# TB vs TB Spacer?

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• posted on July 12, 2005, 2:22 am

But I'll assume that the engines that you "know" about are the same as the ones I've actually fixed, built, torn down, etc, and that the voulume of the cylinder is the same on each and every cylinder and stroke.

Sorry, no. It increases the density of the air in the cylinder, but again, ALL cylinders have the same volume on each and every stroke.
--
Max

Give a man a match, and he is warm for a short while. Light him on fire, and
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• posted on July 12, 2005, 4:20 am

is
the
Well, in order for the volume to be the same on each cylinder, that would mean that every cylinder, connecting rod and piston is EXACTLY the same size and we all know that is impossible. Now besides that, unless the pistons don't move in your maxworld engines, the volume between all cylinders is never the same and the volume in any one cylinder is constantly changing (with the exception of the small instant in time while the piston changes direction) as the crankshaft turns. How do you think that an engine compresses the air fuel mixture?

Wrong again! A cylinder does not have the same volume at TDC as it does at BDC and if you think that it does, lets see you get the same volume of water into the cylinder at both TDC and BDC. I think that is why they call it compression :-)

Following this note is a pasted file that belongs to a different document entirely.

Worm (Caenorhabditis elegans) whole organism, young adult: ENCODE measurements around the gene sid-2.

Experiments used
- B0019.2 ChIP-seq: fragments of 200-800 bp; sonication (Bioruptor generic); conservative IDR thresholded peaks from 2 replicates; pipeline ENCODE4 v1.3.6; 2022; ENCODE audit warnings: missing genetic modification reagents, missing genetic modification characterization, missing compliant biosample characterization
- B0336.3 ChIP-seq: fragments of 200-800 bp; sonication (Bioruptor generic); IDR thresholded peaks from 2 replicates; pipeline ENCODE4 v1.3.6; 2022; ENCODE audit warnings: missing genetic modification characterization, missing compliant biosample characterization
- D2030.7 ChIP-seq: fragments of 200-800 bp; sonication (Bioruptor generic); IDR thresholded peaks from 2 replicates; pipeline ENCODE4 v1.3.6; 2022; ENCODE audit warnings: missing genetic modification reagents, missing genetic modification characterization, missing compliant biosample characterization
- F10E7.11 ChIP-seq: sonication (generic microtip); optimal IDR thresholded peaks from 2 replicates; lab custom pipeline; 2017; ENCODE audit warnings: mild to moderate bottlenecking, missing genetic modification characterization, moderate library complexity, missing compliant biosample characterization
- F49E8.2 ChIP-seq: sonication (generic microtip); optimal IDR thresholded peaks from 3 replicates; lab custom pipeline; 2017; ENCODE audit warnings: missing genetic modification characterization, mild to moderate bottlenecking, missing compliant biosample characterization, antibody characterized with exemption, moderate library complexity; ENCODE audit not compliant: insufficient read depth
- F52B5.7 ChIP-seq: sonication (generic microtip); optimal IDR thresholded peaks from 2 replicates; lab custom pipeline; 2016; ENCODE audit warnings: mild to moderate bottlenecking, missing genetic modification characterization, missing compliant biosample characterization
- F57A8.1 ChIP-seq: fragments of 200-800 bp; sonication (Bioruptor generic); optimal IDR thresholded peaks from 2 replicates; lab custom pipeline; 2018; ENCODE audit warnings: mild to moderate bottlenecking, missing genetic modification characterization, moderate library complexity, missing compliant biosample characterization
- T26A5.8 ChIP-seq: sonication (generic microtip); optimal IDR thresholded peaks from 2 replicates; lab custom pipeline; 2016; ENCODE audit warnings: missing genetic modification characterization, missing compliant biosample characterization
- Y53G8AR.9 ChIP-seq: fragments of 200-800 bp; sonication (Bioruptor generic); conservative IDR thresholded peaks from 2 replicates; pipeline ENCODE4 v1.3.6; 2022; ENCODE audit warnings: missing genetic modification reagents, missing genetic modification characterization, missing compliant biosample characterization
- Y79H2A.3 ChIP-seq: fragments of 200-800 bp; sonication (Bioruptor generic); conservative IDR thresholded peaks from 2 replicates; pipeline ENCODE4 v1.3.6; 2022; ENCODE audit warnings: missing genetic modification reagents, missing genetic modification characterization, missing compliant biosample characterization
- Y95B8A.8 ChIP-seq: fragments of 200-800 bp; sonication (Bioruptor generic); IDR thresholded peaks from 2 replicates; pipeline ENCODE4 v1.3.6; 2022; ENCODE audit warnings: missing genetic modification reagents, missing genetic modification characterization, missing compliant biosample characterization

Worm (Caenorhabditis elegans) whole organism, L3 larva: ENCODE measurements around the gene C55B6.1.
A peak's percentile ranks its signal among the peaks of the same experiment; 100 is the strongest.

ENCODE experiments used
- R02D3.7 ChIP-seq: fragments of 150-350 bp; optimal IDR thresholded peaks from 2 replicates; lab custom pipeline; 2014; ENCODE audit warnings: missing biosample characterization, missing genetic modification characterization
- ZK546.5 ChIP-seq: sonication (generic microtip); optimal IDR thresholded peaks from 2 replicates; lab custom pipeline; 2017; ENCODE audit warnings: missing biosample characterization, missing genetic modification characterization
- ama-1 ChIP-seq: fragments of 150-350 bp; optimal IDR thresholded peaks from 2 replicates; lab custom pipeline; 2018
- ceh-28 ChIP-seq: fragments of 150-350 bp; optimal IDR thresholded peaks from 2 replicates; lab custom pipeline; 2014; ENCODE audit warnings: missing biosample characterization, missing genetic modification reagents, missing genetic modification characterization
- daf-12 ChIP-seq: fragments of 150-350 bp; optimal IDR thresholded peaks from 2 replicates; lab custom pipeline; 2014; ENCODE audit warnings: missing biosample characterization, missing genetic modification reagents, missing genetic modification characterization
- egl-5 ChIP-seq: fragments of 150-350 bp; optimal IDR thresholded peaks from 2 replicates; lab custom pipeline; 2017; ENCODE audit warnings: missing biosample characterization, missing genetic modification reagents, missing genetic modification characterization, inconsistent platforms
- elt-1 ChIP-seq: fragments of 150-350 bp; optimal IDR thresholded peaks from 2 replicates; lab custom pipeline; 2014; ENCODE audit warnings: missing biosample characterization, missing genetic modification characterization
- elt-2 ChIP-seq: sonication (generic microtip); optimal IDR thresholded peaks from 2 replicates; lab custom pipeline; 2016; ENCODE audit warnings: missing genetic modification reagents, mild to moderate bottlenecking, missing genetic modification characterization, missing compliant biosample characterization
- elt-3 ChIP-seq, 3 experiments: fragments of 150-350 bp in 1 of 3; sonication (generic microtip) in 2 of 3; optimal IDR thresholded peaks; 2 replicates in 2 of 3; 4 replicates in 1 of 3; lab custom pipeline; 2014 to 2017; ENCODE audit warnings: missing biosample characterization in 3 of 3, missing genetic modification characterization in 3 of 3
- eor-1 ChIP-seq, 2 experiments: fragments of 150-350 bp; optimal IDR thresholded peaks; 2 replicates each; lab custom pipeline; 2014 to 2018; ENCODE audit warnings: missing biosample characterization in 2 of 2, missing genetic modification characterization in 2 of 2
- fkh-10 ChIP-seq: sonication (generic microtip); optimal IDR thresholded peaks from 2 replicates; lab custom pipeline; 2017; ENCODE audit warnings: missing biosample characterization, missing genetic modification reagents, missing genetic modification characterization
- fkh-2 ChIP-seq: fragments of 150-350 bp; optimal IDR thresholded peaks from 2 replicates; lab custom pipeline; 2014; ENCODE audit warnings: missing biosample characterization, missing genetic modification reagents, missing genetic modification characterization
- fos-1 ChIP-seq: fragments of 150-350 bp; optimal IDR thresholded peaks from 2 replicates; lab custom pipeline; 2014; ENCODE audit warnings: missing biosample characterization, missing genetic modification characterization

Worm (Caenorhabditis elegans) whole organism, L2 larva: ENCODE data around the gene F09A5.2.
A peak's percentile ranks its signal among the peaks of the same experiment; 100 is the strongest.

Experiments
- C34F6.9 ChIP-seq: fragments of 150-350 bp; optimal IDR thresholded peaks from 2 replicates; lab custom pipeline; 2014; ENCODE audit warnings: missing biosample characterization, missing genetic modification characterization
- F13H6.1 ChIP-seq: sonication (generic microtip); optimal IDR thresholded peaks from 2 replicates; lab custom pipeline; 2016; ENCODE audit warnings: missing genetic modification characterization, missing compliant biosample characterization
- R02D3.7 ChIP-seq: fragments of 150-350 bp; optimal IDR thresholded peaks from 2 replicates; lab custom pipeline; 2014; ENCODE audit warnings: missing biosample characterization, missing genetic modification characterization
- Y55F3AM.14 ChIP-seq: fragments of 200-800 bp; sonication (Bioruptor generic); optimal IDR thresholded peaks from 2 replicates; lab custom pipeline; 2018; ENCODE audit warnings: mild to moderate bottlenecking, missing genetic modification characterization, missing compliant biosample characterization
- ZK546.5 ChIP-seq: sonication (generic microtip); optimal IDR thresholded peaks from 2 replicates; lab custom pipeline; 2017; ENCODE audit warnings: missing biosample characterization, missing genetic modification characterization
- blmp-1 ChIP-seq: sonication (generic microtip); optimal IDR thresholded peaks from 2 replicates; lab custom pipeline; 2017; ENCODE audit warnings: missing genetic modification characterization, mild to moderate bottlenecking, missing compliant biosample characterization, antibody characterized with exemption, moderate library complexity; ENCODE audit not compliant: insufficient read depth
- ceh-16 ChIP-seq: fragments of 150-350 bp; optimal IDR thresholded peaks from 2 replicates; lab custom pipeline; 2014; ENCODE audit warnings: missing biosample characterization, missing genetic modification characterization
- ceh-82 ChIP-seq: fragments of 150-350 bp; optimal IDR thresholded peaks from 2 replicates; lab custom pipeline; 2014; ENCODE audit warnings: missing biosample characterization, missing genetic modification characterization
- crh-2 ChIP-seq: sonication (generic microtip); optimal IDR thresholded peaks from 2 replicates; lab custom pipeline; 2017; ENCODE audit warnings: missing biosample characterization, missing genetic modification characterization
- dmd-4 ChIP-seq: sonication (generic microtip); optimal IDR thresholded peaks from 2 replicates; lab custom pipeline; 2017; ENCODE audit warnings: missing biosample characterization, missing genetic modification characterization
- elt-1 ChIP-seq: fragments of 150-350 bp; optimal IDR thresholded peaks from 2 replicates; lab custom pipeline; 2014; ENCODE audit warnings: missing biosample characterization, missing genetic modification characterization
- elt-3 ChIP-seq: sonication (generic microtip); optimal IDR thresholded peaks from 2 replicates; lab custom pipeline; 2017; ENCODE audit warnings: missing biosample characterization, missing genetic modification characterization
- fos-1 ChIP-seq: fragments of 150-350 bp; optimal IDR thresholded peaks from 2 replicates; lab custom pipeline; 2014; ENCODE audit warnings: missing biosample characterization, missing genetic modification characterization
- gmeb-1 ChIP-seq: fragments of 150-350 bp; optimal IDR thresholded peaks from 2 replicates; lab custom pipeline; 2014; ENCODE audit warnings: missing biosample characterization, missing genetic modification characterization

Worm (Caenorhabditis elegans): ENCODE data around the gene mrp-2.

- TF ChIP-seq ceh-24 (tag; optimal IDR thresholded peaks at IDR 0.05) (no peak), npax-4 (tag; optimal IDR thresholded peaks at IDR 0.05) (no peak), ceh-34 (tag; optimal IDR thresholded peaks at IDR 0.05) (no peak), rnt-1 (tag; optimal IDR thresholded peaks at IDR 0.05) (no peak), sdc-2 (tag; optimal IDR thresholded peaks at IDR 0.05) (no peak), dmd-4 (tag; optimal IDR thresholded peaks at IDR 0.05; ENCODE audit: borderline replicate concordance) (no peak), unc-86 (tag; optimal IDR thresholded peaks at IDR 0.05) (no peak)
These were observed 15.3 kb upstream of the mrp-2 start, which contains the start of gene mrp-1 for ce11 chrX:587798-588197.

--
If at first you don't succeed, you're not cut out for skydiving

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<%-name%>
• posted on July 12, 2005, 4:39 am

???? Once again proving you are full of shit.

Ok, lets go into idiocy with this. In Tbone world, the volume is never the same from cylinder to cylinder, despite all cylinders, rods, and pistons having the same dimensions within .001". Now, unless you are concerned with such minute diferences as .0005" or so, I think we can move on. Regarding the "constantly changing", thats rubbish. There are two points where the piston will "dwell", at BDC and TDC, at these points the piston is still. Regarding "changing" the volume of each cylinder is referred to as the "swept volume", and is the same from cyinder to cylinder, and is noted by the moniker most enhgines pick up, eaither CID or Litre, both of which refer to a volume measurement, and are NEVER changed unless the engine is modified.

With a piston.
The cylinder remains at the same volume.
--
Max

Give a man a match, and he is warm for a short while. Light him on fire, and
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<%-name%>
• posted on July 12, 2005, 5:12 am

would
You keep complaining about my mastery of the language but don't loke it when your childish actions are used on you. Exact means exact and unless there is absolutly no difference in any measurments between cylinders, they cannot be exactly the same.

The fact that you have that variance says that they cannot be "exactly" the same and since all of the pistons are never in exactly the same position in their bores as the others, the volume cannot be the same in all cylinders.

I believe I already said that.

refer
LOL, while true, it has nothing to do with the actual volume of each cylinder in a given point in time. The CID refers to the total volume of all cylinders at their maximum capacity and unless the engine is modified, that as you say will never change. As for the actual volume of each individual cylinder, that changes according to the position of the piston.

changes
Correct, by reducing the volume of each cylinder or compressing the volume and the gas contained within it.

LOL, impossible.
--
If at first you don't succeed, you're not cut out for skydiving

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• posted on July 12, 2005, 2:15 am